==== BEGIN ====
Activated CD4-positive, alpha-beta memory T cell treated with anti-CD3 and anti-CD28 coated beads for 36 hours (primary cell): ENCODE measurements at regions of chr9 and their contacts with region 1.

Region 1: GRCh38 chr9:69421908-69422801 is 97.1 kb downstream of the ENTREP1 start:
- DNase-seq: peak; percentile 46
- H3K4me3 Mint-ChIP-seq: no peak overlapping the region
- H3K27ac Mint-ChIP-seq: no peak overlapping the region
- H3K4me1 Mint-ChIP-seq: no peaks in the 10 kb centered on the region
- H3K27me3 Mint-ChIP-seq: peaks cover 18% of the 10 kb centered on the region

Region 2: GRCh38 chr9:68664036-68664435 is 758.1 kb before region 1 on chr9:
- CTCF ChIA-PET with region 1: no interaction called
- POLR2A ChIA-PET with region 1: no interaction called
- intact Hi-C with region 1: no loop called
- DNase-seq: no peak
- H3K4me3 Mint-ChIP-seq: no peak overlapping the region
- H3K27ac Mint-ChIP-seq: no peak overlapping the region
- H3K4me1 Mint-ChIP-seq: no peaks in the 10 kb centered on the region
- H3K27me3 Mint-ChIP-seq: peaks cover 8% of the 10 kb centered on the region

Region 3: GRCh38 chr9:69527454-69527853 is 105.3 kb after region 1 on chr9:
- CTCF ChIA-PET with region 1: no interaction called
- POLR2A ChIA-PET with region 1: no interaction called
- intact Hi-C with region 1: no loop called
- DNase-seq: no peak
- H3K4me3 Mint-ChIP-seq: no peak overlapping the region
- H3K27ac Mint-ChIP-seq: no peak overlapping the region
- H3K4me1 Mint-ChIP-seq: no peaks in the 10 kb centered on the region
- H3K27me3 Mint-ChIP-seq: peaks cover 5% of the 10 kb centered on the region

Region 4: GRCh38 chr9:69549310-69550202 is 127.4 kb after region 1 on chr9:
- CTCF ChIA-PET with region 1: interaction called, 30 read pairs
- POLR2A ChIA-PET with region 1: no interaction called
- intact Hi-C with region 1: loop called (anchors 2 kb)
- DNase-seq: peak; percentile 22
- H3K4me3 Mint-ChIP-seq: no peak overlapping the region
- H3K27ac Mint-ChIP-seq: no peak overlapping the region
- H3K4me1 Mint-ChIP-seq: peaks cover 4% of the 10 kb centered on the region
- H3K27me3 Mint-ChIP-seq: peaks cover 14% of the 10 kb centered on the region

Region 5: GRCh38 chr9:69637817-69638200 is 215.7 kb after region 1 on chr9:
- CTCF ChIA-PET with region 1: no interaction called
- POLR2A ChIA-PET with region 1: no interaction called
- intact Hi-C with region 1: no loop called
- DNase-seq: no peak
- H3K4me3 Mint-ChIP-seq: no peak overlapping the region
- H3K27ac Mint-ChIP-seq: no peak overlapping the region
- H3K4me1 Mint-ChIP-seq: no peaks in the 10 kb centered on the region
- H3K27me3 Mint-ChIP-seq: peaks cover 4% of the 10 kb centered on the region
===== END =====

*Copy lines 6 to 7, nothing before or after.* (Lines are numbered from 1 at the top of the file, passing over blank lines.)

- H3K4me1 Mint-ChIP-seq: no peaks in the 10 kb centered on the region
- H3K27me3 Mint-ChIP-seq: peaks cover 18% of the 10 kb centered on the region